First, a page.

Friday, June 28, 2019

Court of Appeals joins eight other Circuit Courts in finding legal innocence to be a valid basis for motion to withdraw guilty plea. But in doing so, affirms denial of motion because there was no credible evidence presented of innocence. Assertions alone are insufficient.

In United States v. James, No. 18-2569 (June 27, 2019), the Court of Appeals, through an opinion by Judge Jordan, affirmed the denial of defendant's motion to withdraw his guilty plea. 

The defendant was charged with two drug counts.  Pursuant to a plea agreement he entered a guilty plea.  During the colloquy, it was discussed that he had a third grade education, but also that he could read and write.  Months after the plea hearing he filed a pro-se motion to dismiss counsel for ineffectiveness.  In it, he argued he pled guilty to a crime he did not commit because 1) he was afraid  the judge and jury would not believe he was innocent; 2) his lawyer told him the judge was corrupt; 3) his lawyer did not explain the plea agreement; and 4) he did not understand the plea agreement due to his education level.  In response to the motion, defense counsel withdrew.  New counsel filed a motion to withdraw guilty plea but added it should be granted because the defendant was entrapped.  The district court found the defendant failed to demonstrate factual innocence, that his assertion of innocence alone was insufficient.  The court also found that an entrapment defense was an argument of legal innocence, not factual innocence - that only claims of factual innocence should be considered in this context.  The motion was denied and the defendant was sentenced to prison.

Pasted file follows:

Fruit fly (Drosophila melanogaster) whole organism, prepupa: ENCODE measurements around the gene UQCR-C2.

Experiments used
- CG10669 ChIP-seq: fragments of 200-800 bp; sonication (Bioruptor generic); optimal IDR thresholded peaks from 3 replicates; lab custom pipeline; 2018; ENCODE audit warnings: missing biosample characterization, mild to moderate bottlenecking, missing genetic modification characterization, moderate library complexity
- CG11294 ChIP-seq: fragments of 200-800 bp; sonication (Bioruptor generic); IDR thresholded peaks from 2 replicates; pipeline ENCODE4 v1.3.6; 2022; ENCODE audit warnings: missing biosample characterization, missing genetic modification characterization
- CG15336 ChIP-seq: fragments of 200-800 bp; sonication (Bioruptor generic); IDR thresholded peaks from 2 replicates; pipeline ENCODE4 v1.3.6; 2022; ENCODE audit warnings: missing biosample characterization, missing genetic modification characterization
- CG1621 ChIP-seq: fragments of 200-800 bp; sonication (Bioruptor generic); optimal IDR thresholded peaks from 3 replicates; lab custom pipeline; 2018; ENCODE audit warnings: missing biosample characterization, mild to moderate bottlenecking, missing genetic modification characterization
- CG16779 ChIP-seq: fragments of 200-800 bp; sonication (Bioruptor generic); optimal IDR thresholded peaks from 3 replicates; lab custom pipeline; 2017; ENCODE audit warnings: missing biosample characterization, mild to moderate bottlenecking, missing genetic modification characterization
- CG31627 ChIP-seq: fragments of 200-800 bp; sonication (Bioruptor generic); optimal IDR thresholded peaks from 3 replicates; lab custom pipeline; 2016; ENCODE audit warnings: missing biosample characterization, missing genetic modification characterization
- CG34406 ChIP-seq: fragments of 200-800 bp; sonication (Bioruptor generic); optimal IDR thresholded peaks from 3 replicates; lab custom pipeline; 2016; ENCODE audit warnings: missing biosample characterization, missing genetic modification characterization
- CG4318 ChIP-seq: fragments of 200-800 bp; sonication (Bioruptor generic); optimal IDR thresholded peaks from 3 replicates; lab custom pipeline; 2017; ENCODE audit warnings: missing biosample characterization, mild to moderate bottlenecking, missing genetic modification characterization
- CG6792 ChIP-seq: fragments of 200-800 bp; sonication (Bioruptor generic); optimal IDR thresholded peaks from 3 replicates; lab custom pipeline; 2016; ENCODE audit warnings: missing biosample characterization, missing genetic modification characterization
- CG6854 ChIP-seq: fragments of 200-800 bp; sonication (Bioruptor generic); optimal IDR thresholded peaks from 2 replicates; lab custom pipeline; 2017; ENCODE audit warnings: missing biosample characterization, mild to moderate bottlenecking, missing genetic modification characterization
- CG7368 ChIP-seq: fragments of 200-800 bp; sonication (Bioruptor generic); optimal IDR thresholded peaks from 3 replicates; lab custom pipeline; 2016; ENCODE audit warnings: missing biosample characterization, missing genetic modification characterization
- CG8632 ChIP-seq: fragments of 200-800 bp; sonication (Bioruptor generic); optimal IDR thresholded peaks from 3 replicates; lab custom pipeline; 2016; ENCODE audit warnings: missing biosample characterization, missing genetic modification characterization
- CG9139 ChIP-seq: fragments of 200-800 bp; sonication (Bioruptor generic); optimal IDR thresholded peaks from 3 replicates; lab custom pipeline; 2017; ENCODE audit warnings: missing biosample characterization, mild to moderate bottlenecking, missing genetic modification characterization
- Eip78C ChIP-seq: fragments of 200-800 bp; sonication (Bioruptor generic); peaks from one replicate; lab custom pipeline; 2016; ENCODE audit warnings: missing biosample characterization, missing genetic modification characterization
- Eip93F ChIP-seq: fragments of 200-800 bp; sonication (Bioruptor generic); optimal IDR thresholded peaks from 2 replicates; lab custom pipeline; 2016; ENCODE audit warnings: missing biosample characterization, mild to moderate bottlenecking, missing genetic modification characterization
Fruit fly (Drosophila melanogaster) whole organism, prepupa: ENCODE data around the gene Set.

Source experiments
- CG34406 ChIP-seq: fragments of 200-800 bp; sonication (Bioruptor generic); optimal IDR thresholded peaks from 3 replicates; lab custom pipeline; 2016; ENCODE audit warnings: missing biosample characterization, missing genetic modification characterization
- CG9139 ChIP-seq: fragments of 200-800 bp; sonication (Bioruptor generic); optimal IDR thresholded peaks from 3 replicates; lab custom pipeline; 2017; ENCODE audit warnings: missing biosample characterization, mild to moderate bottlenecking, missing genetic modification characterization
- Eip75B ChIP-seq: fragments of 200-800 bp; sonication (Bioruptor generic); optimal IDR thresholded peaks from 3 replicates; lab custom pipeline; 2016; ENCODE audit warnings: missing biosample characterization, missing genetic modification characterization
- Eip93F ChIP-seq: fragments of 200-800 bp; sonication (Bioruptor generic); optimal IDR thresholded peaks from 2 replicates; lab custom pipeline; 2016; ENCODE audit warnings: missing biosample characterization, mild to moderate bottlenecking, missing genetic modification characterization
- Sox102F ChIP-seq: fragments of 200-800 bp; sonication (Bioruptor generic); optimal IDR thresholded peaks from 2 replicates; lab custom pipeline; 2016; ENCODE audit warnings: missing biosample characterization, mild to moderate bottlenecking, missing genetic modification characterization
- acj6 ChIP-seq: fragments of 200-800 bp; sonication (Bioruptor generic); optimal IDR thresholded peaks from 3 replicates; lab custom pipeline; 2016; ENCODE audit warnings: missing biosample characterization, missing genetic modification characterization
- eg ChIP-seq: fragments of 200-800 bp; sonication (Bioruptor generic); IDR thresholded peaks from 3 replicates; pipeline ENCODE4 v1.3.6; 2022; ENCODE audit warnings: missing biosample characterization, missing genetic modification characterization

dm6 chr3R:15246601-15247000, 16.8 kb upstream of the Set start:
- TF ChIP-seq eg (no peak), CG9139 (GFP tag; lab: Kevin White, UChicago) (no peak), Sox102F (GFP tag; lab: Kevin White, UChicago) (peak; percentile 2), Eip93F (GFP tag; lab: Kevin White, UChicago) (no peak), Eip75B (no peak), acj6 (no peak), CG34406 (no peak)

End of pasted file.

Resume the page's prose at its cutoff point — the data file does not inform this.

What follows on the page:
Preliminarily, the Court of Appeals considered the merits of the appeal despite an appeal waiver in the plea agreement - the language of waiver prohibited appealing a sentence but did not address appealing a conviction.  On appeal, the defendant first argued a claim of legal innocence is sufficient to withdraw a guilty plea.  Second, the defendant argued that the district court abused its discretion in weighing the withdrawal factors - i.e. "(1) whether the defendant asserts his innocence; (2) the strength of the defendant’s reasons for withdrawing the plea; and (3) whether the government would be prejudiced by the withdrawal."

As for his first argument, the Court of Appeals agreed that legal innocence is a basis to withdraw a guilty plea.  In doing so, the Court joined eight other Circuit Courts who ruled similarly.  It found,     "[i]f a defendant is not legally culpable, it stands to reason that he should be able to withdraw his guilty plea before sentencing because he is exempt from any punishment for the alleged acts constituting the crime, regardless of whether he committed them."  The Court continued however, that the defendant's assertion of entrapment, without factual support, was insufficient - that the defendant had to "present a credible claim of legal innocence."  So while the Court of Appeals found the district court's finding legally incorrect, they also found it to be harmless. 

As for his second argument, the defendant gave three reasons why he should have been allowed to withdraw his guilty plea.  First, he felt threatened and under duress if he didn't take the plea.  Second, his plea was not entered knowingly.  Third, his counsel was ineffective.  The Court of Appeals addressed each argument individually and found either they were assertions without factual support or were contradicted by the transcript of his guilty plea hearing.  Again, the Court of Appeals found the denial of the motion to withdraw was therefore within the district court's discretion.

The panel was Smith, Jordan, and Rendell.

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